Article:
The puppet in the group is a substantially different puppet than the puppet in a performance, let go of that idea because I’m going to contrast it with something else.

Use the power, not the act

When you start looking to what children exactly like about a puppet, it turns out that children quickly perceive a puppet as an equal and friend, which is why they respond to it so easily. They want to help him find answers, they want to help him do something he cannot yet do, they want to let him know that the person he is looking for has just come in and keep his secrets if he asks (and he is just a little more sympathetic than his counterpart). The puppet doesn’t even have to be played very well to get this effect. Technique is something most children don’t care about, even puppets where the voice goes in all directions, and where the synchronized movement of the mouth isn’t great, get away with it. That doesn’t really interest children. Whether he wants to be friends with you and do fun things together is much more important.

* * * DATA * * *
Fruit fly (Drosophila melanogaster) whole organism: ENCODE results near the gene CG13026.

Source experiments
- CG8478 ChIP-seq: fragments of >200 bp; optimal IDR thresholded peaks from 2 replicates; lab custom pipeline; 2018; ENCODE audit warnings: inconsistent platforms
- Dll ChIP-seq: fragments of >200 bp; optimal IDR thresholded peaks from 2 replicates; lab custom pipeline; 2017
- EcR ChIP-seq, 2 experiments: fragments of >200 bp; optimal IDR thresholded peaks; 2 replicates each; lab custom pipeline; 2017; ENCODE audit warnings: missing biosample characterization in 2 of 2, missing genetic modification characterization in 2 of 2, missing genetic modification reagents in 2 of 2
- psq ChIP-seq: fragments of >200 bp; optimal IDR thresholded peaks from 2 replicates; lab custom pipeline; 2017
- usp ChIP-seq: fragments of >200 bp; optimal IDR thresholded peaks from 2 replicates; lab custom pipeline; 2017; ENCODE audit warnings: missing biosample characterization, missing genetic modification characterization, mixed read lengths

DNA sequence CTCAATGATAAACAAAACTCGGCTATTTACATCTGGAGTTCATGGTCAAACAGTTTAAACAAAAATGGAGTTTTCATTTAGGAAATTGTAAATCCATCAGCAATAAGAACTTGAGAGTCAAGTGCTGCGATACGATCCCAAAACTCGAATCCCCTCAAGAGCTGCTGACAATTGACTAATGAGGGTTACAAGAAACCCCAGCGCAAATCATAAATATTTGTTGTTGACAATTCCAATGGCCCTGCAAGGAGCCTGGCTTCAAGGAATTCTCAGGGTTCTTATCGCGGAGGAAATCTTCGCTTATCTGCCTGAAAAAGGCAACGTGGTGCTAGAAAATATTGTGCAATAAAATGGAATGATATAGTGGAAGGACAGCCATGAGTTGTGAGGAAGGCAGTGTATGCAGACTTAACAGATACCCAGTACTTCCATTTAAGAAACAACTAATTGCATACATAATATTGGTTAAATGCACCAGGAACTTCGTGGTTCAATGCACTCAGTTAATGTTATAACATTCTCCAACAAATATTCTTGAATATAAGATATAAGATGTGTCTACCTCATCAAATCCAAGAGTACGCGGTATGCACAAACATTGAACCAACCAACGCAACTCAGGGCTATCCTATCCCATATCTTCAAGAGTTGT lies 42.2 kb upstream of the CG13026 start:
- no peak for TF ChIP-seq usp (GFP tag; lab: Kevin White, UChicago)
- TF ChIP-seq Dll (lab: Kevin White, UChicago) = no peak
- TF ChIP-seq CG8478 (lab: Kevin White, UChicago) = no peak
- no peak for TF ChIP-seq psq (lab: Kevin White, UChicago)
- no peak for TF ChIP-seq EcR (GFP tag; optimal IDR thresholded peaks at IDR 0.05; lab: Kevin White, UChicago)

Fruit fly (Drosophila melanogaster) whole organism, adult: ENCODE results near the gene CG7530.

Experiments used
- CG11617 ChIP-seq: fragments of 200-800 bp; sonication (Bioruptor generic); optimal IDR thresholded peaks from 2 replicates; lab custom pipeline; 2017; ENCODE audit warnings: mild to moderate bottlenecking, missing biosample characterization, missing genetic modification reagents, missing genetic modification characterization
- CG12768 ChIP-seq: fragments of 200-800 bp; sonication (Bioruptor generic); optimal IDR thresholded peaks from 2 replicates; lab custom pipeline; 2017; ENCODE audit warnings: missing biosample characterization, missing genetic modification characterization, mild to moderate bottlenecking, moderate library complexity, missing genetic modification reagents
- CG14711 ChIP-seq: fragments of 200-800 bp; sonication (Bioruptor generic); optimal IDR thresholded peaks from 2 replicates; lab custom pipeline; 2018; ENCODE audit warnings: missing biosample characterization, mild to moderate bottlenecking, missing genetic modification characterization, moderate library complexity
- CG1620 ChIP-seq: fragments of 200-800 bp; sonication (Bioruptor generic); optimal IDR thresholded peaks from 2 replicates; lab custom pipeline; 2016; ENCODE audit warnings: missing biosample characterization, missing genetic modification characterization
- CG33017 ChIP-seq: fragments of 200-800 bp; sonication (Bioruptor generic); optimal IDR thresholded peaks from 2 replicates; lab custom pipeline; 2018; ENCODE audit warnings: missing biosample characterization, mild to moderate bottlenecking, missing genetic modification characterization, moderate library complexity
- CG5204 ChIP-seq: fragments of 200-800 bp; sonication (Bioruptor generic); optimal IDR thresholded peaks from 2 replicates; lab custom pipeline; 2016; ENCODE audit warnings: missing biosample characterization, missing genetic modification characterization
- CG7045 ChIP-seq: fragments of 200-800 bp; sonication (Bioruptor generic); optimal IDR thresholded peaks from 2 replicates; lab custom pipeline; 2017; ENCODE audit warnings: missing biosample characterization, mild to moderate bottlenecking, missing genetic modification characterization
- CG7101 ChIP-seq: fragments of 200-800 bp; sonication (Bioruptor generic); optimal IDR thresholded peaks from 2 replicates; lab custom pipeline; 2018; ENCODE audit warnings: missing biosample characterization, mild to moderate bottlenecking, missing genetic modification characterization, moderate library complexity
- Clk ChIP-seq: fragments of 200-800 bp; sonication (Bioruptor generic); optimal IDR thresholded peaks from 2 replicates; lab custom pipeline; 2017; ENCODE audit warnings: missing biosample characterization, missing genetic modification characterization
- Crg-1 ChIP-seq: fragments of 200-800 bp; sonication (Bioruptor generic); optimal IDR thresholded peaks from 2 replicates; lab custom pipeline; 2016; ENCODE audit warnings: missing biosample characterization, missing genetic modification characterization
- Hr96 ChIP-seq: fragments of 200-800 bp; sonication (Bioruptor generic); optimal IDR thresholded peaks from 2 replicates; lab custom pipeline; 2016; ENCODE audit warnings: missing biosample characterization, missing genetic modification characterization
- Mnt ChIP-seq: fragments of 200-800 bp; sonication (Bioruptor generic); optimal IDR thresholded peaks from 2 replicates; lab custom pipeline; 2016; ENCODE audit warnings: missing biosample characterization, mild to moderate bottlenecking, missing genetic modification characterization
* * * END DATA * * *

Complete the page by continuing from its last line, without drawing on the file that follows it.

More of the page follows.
The same is true for the puppet in the classroom, and so it means that it is smarter to occupy yourself with establishing a recognizable character and working to connect with children. The puppet should match what children expect from the puppet. They see the puppet as a friend, and they expect certain behavior, a certain sociability and a certain support. If it doesn’t, they don’t like him as a friend, they lose interest and the puppet doesn’t become your dream tool. Pretty understandable, right?

Then how does he become a tool? How can you make him work for you?

In my view, the hand puppet as a tool revolves around 4 pillars:

Plan, play, connect & interact